Relax! But, don’t go to sleep. Practice energized relaxation using your breath, posture and mind. Step back and observe from your center. Consciously assess and choose. Strike the right balance between too much and too little effort. Let skillful effort become a normal part of life, unfolding effortlessly - effortless effort .

Practicing yoga, your instrument is the body-mind. You tune the instrument using meditation, breath work and physical exercise. Yoga is about striking the right physical, emotional, energetic dynamic balance; knowing the nature of mind and integrating it all into the fabric of life.

Taking It Home - Yoga in Daily Life - Body, Mind and Breath
You do not have to do Yoga to achieve self-aware living and the optimal performance it brings. You do not have to be in a yoga class to sit or to stand comfortably erect or to watch and control your breath.

Make every activity an unbroken sequence of "postures" and events linked by the breath into a flow that promotes balance in the mind and body.

Walking, jogging or running; in conversation or sitting in meditation, are you in a comfortable energized flow? Are you observing thoughts, feelings and physical sensations? Are your head, neck and back comfortably aligned; your shoulders gently rolling back and down, opening your chest? Is your pelvis in a balance that takes strain from hips and lower back? Are your feet or sit bones taking the weight evenly and passing it into the ground or chair or cushion? Are you conscious of your breath? Is your breath relieving unnecessary stress? Is your mind peaceful and in the moment? Are you practicing energized relaxation? Is there effortless effort?

This is meditation in action. Posing these questions to your self brings the mind to the present moment and promotes physical health. At least for a moment there is a freedom from obsessive thinking and habitual behavior. Over time and with the right effort, this becomes the default for how you operate in the world. There is union. 
Performance and Open-minded Mindfulness
Open-minded:  questioning everything, accepting diversity and uncertainty. 
Mindful: consciously aware; concentrated. 

Foundation for blending process, project, engagement and knowledge management into a cohesive approach to optimize performance.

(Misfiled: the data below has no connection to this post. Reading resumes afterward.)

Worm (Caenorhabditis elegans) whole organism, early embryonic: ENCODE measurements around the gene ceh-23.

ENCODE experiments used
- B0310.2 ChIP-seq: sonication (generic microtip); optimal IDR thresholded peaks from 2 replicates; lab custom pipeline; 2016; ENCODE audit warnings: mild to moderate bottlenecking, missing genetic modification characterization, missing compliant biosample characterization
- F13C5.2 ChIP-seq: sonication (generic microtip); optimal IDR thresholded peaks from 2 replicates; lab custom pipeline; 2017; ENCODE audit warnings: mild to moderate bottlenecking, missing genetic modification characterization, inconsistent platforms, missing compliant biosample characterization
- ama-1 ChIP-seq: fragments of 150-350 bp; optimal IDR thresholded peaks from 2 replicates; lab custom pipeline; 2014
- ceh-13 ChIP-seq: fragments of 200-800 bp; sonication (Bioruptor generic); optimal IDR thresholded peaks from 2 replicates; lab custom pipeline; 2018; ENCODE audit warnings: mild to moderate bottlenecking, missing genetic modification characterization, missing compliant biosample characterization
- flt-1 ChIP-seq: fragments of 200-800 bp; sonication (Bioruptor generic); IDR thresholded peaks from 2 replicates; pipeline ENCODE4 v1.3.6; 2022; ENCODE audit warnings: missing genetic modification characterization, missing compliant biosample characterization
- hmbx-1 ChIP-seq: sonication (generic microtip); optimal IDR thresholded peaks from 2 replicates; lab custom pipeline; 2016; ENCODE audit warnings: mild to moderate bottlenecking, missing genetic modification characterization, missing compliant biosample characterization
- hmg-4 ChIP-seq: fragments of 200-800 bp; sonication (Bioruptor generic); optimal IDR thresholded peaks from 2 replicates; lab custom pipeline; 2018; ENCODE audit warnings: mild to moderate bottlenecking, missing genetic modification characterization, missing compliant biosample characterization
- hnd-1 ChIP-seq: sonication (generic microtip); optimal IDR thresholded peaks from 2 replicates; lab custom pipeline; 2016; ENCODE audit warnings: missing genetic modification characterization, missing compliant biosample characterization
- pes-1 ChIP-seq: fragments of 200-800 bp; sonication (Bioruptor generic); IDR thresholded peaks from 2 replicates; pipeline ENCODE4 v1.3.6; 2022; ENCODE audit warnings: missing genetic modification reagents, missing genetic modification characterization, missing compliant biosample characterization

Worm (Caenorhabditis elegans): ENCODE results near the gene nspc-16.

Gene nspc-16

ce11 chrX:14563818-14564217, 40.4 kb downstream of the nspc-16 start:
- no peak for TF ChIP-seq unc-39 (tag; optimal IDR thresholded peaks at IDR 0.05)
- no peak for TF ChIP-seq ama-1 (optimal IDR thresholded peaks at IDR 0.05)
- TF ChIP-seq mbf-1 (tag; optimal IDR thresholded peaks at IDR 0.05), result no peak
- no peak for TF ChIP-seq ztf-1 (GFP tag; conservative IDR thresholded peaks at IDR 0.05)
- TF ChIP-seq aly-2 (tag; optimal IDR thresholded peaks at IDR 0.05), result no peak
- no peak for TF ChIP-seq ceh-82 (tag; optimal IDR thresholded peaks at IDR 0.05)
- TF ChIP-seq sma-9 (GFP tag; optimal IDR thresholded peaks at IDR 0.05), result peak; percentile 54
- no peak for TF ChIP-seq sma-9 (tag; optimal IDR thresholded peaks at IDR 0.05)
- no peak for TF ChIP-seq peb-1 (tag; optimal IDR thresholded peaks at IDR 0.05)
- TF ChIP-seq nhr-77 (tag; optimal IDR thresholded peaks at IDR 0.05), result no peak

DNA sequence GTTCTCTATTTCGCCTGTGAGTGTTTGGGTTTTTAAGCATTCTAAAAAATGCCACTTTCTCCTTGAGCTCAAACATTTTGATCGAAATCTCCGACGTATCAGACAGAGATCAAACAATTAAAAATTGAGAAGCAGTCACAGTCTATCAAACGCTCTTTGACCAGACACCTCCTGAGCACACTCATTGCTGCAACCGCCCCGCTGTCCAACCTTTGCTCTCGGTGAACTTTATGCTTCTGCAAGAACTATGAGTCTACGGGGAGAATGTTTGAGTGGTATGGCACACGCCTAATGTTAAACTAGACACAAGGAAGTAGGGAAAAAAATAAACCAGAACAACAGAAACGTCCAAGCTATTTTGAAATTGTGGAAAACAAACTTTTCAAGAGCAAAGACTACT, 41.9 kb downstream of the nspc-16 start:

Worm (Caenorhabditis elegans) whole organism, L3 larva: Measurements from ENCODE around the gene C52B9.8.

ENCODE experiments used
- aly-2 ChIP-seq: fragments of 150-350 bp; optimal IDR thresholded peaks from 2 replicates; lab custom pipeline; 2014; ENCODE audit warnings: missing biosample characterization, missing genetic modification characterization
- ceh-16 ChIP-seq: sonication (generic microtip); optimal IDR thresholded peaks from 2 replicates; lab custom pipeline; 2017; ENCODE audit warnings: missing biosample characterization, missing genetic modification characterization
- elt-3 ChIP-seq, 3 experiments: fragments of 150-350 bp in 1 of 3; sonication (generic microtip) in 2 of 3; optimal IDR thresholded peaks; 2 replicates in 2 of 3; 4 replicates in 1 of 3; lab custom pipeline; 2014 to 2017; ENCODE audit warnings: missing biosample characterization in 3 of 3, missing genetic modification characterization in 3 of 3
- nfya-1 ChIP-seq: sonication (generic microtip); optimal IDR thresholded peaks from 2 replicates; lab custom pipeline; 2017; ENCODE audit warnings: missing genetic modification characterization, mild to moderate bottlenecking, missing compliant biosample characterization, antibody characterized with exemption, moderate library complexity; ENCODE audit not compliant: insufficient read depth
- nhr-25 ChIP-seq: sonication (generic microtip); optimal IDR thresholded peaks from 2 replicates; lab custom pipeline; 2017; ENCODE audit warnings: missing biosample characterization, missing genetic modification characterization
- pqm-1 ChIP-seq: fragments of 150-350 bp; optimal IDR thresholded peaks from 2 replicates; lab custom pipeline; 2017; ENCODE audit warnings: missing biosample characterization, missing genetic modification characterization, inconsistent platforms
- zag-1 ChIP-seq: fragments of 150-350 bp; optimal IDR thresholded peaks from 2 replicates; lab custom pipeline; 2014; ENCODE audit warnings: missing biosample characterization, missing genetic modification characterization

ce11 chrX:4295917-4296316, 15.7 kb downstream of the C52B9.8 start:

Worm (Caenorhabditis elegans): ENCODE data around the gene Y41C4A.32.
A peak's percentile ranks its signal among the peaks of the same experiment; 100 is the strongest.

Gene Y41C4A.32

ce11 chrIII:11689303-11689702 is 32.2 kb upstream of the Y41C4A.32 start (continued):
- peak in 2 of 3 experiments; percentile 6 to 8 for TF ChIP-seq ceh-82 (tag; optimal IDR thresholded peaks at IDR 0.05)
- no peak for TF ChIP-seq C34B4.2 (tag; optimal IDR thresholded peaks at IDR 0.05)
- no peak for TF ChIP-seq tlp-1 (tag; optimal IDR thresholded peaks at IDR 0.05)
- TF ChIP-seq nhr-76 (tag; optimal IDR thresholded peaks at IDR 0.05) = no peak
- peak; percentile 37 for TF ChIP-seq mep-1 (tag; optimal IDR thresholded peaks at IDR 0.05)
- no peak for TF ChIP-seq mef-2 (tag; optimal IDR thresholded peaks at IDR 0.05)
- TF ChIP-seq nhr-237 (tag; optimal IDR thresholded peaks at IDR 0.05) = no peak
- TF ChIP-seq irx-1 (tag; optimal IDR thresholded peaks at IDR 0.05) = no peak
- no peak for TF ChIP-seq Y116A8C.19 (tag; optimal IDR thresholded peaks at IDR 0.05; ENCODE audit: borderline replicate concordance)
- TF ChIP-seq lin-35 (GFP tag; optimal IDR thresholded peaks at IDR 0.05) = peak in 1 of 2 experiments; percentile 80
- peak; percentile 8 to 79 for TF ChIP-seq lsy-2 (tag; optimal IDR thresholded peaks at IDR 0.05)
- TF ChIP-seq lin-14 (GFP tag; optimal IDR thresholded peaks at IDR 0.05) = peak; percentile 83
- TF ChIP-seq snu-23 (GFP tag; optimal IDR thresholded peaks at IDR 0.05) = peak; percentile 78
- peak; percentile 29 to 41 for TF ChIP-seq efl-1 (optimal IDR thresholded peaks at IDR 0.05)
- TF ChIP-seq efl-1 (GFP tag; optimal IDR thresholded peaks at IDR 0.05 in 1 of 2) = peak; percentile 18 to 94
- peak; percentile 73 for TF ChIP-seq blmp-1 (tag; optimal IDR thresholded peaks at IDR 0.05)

By George Pitagorsky

Success is measured in how well and how regularly you meet expectations. But what exactly are expectations, and how do you effectively manage them when multiple priorities and personalities are involved?
Using the case study of a Project Manager coordinating an organizational transition, this Managing Expectations book explores how to apply a mindful, compassionate, and practical approach to satisfying expectations in any situation. George Pitagorsky describes how to make sure expectations are rational, mutually understood, and accepted by all those with a stake in the project. This process relies on blending a crisp analytical approach with the interpersonal skills needed to negotiate win-win understandings of what is supposed to be delivered, by when, for how much, by who, and under what conditions.

Managing Conflict in Projects
By George Pitagorsky

Managing Conflict in Projects: Applying Mindfulness and Analysis for Optimal Results by George Pitagorsky charts a course for identifying and dealing with conflict in a project context.

Pitagorsky states up front that conflict management is not a cookbook solution to disagreement-a set of prescribed actions to be applied in all situations. His overall approach seeks to balance two aspects of conflict management: analysis based on a codified process and people-centered behavioral skills.

The book differentiates conflict resolution and conflict management. Management goes beyond resolution to include relationship building that may serve to avoid conflict or facilitate resolution if it occurs.
The  Zen  Approach to Project Management 
By George Pitagorsky

Projects are often more complex and stressful than they need to be. Far too many of them fail to meet expectations. There are far too many conflicts. There are too few moments of joy and too much anxiety. But there is hope. It is possible to remove the unnecessary stress and complexity. This book is about how to do just that. It links the essential principles and techniques of managing projects to a "wisdom" approach for working with complex, people-based activities.